Should the Elgin Marbles to back to Greece? What is the Best City in Rome?

Today was role-playing central in my classes today, and neither was using “Reacting to the Past” per se.

In the Classical Tradition class we spent last week talking about the Enlightenment and Neo-Classicism and their desire to possess works of classical art. The “excavations” (I use the term loosely) of Pompeii and Herculaneum in the eighteenth-century helped fuel this desire for antiquities from Greece and Rome, and Lord Elgin was no exception. My students took on the role of the Greeks, who want the marbles back, and the British, who had to make arguments for keeping them. I provided background reading, which the students assured me at the end of class were balanced, something I really tried to be sure was the case. In the end, we weren’t sure if they should go back or not, but the arguments quickly became heated with pathos and emotion over-riding the reasoning with which they started out. But they presented the issues extremely well and thoroughly. It was clear that they had read the texts and were well prepared for the debate.

In the Roman Art class I invited the InTech Crowd (Steve, Chris and Anita) to come and be senators to judge the Best City in Rome contest. Half of my students were from the city of Ostia and half from Herculaneum. I knew that Ostia had the better case — they are a port city, more traffic and money than Herculaneum (pre-Vesuvius of course). But the Ostians forgot that THE WAY you present counts and the Romans from Herculaneum prevailed. They knew who they needed to persuade, and thus tailored their comments directly at the “Senators.”

Thank you to Steve, Chris and Anita for helping out today — I could not be the judge of this and I appreciate your support.

Two great examples of student engagement and evidential learning in their ability to form debate and present material.

Happy Day.


5 Responses to Should the Elgin Marbles to back to Greece? What is the Best City in Rome?

  1. Pam Regis says:

    How do you assess these exercises? Grade them as presentations? Do you have samples of an assignment–whatever you post/pass out to them?

    • Gretchen McKay says:

      For the Best City in Rome they get a sheet that explains the contest and lists the criteria on which they will be based. This guides the presentations that they then have to create. The “judges” who come decide who “wins” and that group gets 3 extra points on the final exam. But the sheet guides the exercise.

      I grade them as part of the classroom participation grade, which is pretty high in my classes. In the 3000-level it’s 40% of their overall grade. I take notes after class on how they do – individually – after each class. In the 2000-level Roman class, their participation is 25%.

      I explain on the first day of class that each day will be something like this — an assignment IN CLASS to which they will apply the reading/writing they do to prepare for class. They understand this and come ready. They never work with the same students over and over again as I pre-sort the groups. This sometimes gets hairy when students are absent and I fix it on the fly (so sometimes it’s not my perfect world and some do work together again).

      So, pretty much I assess by how much engagement I see. And I ask them about how they felt the exercise went. I get good – and honest (sometimes too honest) – feedback from them.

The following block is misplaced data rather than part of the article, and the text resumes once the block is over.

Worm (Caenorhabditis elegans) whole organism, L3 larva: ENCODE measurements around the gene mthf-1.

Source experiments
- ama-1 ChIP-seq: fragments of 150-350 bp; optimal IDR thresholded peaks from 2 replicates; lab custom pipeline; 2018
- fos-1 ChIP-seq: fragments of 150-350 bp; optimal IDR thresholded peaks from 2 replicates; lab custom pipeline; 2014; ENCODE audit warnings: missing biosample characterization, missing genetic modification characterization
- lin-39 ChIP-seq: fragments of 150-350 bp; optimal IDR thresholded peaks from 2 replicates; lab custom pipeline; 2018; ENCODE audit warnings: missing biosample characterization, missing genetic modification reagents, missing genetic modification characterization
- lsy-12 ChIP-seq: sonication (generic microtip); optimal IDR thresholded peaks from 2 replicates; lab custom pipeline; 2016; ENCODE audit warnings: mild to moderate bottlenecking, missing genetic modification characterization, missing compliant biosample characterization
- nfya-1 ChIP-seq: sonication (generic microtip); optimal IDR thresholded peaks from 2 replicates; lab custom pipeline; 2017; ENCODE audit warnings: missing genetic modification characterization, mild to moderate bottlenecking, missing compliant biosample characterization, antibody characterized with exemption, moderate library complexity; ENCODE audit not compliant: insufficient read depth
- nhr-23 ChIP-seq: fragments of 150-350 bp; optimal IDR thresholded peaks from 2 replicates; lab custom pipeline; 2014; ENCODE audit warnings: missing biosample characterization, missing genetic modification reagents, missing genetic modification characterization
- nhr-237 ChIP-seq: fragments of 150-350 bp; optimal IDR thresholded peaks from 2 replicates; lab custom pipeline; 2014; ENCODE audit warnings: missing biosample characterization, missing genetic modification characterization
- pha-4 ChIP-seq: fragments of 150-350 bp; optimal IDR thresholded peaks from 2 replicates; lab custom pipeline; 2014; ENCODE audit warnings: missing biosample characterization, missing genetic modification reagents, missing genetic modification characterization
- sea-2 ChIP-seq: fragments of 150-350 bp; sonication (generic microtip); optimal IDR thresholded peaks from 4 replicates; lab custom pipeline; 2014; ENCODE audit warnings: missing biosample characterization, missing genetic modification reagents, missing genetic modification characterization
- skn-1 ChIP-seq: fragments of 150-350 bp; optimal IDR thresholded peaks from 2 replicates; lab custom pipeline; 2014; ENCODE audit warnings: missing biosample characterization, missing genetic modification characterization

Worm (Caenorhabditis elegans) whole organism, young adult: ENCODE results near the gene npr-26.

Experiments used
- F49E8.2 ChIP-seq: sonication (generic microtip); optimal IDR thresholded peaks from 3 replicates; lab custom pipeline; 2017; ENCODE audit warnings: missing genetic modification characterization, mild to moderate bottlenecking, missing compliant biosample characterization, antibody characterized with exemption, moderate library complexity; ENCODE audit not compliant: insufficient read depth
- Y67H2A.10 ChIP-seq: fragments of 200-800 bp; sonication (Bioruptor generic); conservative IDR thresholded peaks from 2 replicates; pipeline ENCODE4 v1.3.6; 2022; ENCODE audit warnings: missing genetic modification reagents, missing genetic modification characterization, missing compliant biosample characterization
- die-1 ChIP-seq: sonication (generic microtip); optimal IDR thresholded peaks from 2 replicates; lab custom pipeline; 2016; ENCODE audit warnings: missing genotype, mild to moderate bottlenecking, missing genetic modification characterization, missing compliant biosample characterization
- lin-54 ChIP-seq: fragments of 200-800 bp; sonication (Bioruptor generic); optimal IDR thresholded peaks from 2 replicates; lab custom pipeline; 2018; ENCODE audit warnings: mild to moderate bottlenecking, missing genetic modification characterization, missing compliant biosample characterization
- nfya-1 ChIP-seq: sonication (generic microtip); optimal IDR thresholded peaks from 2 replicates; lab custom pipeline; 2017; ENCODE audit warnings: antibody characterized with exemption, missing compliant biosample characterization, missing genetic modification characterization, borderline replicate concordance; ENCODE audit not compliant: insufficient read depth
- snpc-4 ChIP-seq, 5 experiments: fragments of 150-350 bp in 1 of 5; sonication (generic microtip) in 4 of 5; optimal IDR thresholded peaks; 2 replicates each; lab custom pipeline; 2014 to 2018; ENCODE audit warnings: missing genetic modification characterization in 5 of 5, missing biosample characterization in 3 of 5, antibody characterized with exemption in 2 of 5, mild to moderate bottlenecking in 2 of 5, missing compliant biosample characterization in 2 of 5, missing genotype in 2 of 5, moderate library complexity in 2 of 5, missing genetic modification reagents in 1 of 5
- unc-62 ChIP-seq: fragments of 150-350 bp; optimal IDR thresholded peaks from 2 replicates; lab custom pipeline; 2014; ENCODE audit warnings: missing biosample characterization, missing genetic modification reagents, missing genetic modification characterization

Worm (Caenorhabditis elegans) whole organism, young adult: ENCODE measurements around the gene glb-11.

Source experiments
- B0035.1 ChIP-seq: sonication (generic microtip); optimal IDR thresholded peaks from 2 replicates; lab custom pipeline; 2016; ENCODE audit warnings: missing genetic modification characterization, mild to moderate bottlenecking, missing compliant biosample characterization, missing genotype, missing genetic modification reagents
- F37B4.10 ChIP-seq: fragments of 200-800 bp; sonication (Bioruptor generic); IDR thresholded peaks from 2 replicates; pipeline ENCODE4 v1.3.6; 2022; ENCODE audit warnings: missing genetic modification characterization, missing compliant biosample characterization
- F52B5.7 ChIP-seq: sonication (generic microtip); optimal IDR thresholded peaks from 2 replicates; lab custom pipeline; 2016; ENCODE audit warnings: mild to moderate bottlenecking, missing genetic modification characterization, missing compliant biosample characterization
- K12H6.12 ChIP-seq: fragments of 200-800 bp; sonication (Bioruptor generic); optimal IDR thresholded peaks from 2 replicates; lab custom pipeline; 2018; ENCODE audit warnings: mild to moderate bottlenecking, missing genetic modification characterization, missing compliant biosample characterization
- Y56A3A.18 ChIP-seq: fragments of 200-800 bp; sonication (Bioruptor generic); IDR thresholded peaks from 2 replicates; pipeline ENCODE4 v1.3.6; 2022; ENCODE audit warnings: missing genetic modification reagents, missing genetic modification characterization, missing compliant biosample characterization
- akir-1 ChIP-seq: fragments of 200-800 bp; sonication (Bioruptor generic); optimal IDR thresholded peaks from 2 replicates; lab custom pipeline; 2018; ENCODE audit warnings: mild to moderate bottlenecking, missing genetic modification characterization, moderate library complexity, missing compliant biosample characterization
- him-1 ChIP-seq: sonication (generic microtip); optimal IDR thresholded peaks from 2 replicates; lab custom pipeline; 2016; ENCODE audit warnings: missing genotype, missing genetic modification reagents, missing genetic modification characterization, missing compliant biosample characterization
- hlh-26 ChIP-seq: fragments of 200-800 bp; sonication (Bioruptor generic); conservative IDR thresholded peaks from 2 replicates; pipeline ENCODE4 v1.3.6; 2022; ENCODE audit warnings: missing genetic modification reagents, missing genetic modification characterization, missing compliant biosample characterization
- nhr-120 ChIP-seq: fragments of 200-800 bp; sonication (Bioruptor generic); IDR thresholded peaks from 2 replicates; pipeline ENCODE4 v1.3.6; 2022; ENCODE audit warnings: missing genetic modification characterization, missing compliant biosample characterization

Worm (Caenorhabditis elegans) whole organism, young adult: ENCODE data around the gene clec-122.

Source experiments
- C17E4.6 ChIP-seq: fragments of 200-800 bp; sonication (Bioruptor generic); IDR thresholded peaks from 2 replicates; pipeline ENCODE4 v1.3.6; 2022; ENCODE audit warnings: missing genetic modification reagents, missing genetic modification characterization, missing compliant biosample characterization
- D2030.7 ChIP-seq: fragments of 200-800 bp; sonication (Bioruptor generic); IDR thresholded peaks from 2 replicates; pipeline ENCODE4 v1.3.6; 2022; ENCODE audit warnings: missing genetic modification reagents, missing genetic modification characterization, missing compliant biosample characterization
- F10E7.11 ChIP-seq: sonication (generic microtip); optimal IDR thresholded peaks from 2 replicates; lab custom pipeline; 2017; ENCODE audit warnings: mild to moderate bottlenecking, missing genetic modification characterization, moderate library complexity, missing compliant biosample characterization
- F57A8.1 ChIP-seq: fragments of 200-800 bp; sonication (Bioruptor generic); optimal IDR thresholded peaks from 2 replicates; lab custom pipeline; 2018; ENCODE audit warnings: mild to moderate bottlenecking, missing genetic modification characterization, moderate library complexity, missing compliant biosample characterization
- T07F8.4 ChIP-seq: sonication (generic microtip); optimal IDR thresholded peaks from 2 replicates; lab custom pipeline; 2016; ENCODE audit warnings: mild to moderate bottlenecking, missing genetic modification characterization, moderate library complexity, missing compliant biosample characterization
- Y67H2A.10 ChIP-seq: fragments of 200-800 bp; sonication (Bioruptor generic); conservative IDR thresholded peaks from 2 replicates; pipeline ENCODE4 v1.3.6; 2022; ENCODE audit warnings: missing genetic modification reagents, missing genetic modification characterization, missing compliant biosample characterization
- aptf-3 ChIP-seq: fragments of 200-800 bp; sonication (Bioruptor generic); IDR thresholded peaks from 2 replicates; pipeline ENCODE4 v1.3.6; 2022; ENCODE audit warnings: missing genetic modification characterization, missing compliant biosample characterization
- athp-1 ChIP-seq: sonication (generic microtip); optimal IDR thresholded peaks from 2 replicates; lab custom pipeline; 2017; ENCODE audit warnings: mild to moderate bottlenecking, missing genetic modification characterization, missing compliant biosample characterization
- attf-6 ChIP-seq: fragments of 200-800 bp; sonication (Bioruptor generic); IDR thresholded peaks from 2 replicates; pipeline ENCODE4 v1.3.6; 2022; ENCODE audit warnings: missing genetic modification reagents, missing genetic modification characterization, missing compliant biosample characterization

• gretchenmckay says:

      I have a sheet that outlines the criteria on which the “Best City” will be judged. They must show how their city achieves these ideas – economic prosperity, art and ideals, and city planning. The Romans were quite the pragmatists. This is also an exercise in group work – they have to work together fast – and oral communication skills. This year the Ostians had the content, but did not present as well. So, hopefully lesson learned on that. They bring their laptops to class and create presentations – usually powerpoints with the half hour I give them for the preparation.

      For the Classical class, this was the first time I used the Elgin Marble debate. The readings, as I said, they thought were balanced. They also received a sheet that outlined who they were (Greek or British) and how the debate would proceed. They also got a half hour to prepare in class.

      I can send you samples of what I gave them if you are interested.

      For grading, it’s all part of class participation. They understand that this is just one of many in-class activities that we do. It’s not about listening to me! I tell them that on the first day.

      The Roman class is 2000-level, and has 25% of the overall grade class participation. They are told the very first day that they need to plan to read and come to class ready to apply that information to a new context.

      The Classical class is a 3000-level class, and the one I collaborated in January with two students. They agreed that class part should be 40% so it. I take notes after class on how each of them does (it’s a small class) and they are all prepared.

  2. Pam Regis says:

    What about a larger class? My classes this fall will be about 25 each, both literature. How big are the groups?

    • gretchenmckay says:

      I actually wish I had had more for the Elgin marble debate. More is sometimes better as you should always have some “neutral” parties if you are trying to teach persuasion; if everyone is firmly entrenched in their positions, how can you persuade anyone?

      In my Roman Class, I usually have 20-25 every year. It works by carefully placing them into groups. You can’t hope that they’ll just do it. I find it necessary to put them all together and have them focus on a certain aspect of the topic at hand. But in a large class, you can do it. I have a colleague who uses Reacting games in a class of 40+.

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